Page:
Would you be willing to play Batman?

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DarkknightImagine yourself living in Gotham City.

Crime rates keep going up. City Hall is unable to guarantee the minimum amount of security to its citizens. Cops are just incapable of battling criminals…but then one day an opulent member of Gotham’s society decides to have a purpose in life, giving birth to (You know him!) Batman. He ends up saving the day, (and yes fellow Caracas Chronicles readers, I’m a huge fan of Chris Nolan’s Caped Crusader’s trilogy).

Now let’s try the same exercise here in our beloved but crime-ridden capital. Do we have any super-heroes?

No, I’m not pretending Gustavo Cisneros or Lorenzo Mendoza would end up dressing in a black costume fihting the “Prans”, or other common bad guys, or to that extent expecting the “Boligarchs” to fight cronies as a corporate social responsibility policy. I’m talking about a different kind of super-hero.

Each day, we see these unknown superheroes, not dressed in costumes but in uniforms. And even though people get the feeling that ALL policemen are corrupt, most of them are not.

Suppose that as Bruce Wayne did, you wished to rescue your city from violence, only this time there’s no Batman gadgets, no bat cave, no batmobile…not even having your Alfred around. What is the story of an ordinary police officer in Caracas, or Venezuela for that matter?

Just to provide you with some facts, on average a police officer in Caracas earns 5.302BsF a month, which could be translated into 841,58$ on the Cadivi rate, 461.04$ using SICAD or just a mere 66,28$ a month using the “You know who” exchange rate. As you can see, the incentives for “una ayuaita” pervade the officer’s mind, especially if you’re earning less than 2 minimum wages a month putting your life on the line to fight criminals who not only make more money but also are better equipped than you.

Even though policemen have been harshly hit by the lack of economic opportunities in Venezuela, the ones that I’ve been acquainted with from my time as a former public policy analyst at Alcaldía de Sucre are mostly from the same diminished middle class families that you and I come from. Some of them have to gamble to make a living for their families. Others have to run a “negocito part-time” just to make ends meet. They also have dreams – most of them are passionate about their careers in the police force; and they’re excited when they frustrate a robbery, a kidnapping, or they feel that what they do makes the world a better place; in other words when they realize that they are a key link between society and justice.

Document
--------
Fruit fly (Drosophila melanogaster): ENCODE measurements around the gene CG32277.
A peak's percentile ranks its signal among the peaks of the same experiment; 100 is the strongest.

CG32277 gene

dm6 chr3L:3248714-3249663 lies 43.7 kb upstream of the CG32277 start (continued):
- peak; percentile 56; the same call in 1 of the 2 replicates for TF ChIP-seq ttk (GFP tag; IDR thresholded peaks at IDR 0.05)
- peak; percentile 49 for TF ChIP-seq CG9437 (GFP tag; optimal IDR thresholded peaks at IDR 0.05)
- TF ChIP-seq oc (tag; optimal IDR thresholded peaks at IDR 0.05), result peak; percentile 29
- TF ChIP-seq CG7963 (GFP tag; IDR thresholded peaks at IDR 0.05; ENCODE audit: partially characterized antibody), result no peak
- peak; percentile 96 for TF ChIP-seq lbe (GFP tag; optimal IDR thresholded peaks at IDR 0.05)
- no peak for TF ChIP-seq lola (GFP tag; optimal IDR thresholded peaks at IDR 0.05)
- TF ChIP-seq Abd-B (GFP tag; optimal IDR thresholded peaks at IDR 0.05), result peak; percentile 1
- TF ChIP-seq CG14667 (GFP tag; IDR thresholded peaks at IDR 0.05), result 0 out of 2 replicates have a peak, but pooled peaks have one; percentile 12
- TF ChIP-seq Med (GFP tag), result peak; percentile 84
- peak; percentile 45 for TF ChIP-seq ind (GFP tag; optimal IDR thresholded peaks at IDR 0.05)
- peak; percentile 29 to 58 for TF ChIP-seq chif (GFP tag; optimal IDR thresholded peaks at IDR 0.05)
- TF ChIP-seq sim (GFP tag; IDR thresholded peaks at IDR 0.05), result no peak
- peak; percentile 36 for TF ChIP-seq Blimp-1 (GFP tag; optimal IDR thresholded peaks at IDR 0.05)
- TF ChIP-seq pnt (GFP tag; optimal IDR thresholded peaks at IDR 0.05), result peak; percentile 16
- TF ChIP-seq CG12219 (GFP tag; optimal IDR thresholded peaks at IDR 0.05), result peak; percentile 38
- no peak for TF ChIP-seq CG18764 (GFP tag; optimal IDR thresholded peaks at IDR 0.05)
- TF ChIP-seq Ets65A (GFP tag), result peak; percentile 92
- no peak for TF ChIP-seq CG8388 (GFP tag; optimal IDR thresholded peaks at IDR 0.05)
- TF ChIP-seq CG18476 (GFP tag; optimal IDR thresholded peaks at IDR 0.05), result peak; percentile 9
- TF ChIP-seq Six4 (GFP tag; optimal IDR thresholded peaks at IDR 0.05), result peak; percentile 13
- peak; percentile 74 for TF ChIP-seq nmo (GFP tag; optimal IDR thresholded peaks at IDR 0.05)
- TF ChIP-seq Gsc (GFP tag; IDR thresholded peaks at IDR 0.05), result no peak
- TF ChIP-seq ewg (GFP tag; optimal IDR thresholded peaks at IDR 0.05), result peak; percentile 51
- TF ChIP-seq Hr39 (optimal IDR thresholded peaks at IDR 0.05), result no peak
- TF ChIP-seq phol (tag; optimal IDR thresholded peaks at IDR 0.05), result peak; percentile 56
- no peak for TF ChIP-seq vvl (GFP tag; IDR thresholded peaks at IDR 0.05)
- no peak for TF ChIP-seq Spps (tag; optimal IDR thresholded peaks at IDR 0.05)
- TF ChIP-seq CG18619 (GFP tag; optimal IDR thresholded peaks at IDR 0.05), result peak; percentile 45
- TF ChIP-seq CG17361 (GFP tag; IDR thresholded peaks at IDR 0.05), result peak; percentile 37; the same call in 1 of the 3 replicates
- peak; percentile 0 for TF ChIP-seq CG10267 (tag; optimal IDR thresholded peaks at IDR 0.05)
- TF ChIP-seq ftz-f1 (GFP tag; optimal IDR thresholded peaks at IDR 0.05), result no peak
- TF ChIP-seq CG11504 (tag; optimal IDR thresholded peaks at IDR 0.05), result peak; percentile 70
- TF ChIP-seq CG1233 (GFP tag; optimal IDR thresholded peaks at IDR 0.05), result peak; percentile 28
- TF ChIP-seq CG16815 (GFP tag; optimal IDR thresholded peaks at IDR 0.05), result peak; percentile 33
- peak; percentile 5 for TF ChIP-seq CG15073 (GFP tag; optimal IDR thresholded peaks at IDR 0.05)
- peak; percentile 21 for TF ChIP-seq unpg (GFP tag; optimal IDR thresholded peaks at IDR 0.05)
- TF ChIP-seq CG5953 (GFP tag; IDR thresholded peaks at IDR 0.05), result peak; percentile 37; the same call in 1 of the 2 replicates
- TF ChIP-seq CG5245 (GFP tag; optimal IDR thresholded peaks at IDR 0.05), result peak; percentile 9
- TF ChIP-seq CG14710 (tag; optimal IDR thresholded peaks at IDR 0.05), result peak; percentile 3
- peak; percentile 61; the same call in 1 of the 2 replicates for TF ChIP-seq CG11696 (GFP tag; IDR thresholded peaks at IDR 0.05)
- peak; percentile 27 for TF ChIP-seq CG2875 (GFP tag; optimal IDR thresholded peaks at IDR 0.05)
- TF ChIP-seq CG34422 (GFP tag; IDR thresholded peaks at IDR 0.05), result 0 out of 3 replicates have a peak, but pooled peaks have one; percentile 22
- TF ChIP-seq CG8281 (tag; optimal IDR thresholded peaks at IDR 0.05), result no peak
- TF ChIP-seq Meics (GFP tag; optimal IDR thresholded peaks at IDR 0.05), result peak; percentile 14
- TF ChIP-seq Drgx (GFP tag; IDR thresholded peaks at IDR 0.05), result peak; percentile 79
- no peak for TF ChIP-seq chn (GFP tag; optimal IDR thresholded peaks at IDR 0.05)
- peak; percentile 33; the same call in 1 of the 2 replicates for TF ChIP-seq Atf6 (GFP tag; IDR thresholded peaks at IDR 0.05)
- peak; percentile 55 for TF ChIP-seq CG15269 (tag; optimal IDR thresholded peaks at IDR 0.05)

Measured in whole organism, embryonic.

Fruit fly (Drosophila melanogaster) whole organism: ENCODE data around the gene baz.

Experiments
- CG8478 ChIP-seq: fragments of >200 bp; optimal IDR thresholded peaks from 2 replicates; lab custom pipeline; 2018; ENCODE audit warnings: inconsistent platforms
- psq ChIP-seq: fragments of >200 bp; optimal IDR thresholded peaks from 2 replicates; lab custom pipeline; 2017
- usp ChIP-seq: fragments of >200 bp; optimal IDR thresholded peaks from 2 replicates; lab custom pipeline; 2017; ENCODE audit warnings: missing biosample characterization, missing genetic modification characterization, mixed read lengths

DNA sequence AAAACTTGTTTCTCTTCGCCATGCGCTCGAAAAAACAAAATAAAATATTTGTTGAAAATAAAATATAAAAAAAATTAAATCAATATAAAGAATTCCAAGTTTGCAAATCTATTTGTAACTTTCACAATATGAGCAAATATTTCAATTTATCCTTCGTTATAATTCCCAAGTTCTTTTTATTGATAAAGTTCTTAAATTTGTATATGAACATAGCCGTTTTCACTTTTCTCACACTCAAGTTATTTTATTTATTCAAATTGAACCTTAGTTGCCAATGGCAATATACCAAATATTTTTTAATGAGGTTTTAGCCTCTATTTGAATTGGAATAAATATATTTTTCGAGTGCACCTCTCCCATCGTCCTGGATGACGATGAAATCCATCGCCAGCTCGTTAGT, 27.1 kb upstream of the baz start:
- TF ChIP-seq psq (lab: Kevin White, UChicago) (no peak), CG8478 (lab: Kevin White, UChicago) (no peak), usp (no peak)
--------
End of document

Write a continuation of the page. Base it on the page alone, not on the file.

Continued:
As you can fathom, the police force is as much of a human capital activity as other professional careers; they need to be spurred, motivated, and they response to incentives. In the following posts I’ll describe crime issues from this supply-side point of view, where high risk doesn’t necessarily translate into higher rewards.

In order to partly comprehend this dire public concern, we need to see ourselves in other people’s shoes. Ask yourself “Are you willing to be that kind of Batman?”

1 COMMENT

  1. I’ve always wondered why we haven’t produced our very own ‘endogenous superhero’, it seems pretty obvious to me that, for example, Miguel Peña in Valencia, or Las Mayas in Caracas are in much more dire need of a superhero than, say, any borough in NYC. Our fictional superheroes should be helping the police, arresting the malandros in the barrios, smashing pranes, catching corrupt politicians, I mean, that’s a superhero I’d like to see. As much as I like to see Bruce Wayne fighting The Joker, or the S&M guy of the last movie, or Tony Stark beating the crap out of some creatures from another world, I think I’d prefer to watch guys like them fighting Los Orejones or something.
    On a more serious note, I agree with Carlos when he says that most police officers are pretty decent people, with them, it is like a barrio: you got a 10k population, and around 20 to 30 azotes de barrio that give the barrio it’s ugly reputation, when in fact the majority of people living in our barrios are not criminal’s. A group of corrupt police officers undermines the reputation of an entire institution. Also, here in Venezuela, police departments are woefully understaffed. I think that the ratio of police officers per thousand people here is considerably lower than that of a ‘first world’ country.